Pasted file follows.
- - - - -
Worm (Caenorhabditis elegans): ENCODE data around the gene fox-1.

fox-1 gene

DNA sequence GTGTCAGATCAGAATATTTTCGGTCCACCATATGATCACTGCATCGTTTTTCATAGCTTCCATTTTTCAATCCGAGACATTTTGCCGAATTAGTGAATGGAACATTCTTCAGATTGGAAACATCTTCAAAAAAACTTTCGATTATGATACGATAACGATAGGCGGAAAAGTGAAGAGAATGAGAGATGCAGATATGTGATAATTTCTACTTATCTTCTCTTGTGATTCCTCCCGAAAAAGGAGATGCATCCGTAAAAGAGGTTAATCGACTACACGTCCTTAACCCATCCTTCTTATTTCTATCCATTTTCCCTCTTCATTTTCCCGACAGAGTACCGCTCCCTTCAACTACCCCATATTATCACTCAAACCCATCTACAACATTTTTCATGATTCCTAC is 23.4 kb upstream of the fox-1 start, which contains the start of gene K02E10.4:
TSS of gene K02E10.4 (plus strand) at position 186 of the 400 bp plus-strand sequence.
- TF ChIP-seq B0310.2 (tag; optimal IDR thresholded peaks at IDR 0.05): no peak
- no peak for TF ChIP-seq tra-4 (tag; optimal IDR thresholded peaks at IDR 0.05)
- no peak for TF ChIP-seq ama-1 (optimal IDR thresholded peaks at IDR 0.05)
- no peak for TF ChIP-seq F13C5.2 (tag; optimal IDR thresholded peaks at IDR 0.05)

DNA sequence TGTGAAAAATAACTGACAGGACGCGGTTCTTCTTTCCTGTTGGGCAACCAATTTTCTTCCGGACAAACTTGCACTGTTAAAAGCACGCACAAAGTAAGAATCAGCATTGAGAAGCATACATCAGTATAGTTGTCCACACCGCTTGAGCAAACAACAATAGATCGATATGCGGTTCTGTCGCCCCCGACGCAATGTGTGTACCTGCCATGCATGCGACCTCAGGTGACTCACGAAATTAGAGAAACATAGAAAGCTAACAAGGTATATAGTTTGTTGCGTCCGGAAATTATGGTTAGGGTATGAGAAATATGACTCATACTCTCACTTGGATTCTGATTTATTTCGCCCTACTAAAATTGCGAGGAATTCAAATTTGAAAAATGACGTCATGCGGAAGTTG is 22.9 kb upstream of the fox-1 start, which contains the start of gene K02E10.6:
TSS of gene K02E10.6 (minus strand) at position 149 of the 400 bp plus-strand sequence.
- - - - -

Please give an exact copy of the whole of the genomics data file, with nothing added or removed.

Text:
Worm (Caenorhabditis elegans): ENCODE data around the gene fox-1.

fox-1 gene

DNA sequence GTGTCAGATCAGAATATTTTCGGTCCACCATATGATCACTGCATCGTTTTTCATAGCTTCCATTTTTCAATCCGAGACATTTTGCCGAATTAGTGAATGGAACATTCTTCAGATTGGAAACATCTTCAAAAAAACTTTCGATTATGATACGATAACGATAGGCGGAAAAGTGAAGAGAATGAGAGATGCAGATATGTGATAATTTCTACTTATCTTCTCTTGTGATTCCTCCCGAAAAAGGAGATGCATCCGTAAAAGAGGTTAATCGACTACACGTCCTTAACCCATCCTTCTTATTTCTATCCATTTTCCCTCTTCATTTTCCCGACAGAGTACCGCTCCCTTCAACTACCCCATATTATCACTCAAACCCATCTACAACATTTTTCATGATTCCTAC is 23.4 kb upstream of the fox-1 start, which contains the start of gene K02E10.4:
TSS of gene K02E10.4 (plus strand) at position 186 of the 400 bp plus-strand sequence.
- TF ChIP-seq B0310.2 (tag; optimal IDR thresholded peaks at IDR 0.05): no peak
- no peak for TF ChIP-seq tra-4 (tag; optimal IDR thresholded peaks at IDR 0.05)
- no peak for TF ChIP-seq ama-1 (optimal IDR thresholded peaks at IDR 0.05)
- no peak for TF ChIP-seq F13C5.2 (tag; optimal IDR thresholded peaks at IDR 0.05)

DNA sequence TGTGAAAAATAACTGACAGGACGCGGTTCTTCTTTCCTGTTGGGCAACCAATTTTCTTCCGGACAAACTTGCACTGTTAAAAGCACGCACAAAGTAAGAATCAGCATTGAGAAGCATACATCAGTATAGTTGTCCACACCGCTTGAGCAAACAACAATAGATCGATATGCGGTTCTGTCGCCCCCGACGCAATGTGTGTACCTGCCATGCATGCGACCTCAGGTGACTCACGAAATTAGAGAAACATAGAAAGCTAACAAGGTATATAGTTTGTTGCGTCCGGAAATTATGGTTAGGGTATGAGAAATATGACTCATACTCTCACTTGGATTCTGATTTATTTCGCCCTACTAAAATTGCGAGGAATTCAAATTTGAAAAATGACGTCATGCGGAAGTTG is 22.9 kb upstream of the fox-1 start, which contains the start of gene K02E10.6:
TSS of gene K02E10.6 (minus strand) at position 149 of the 400 bp plus-strand sequence.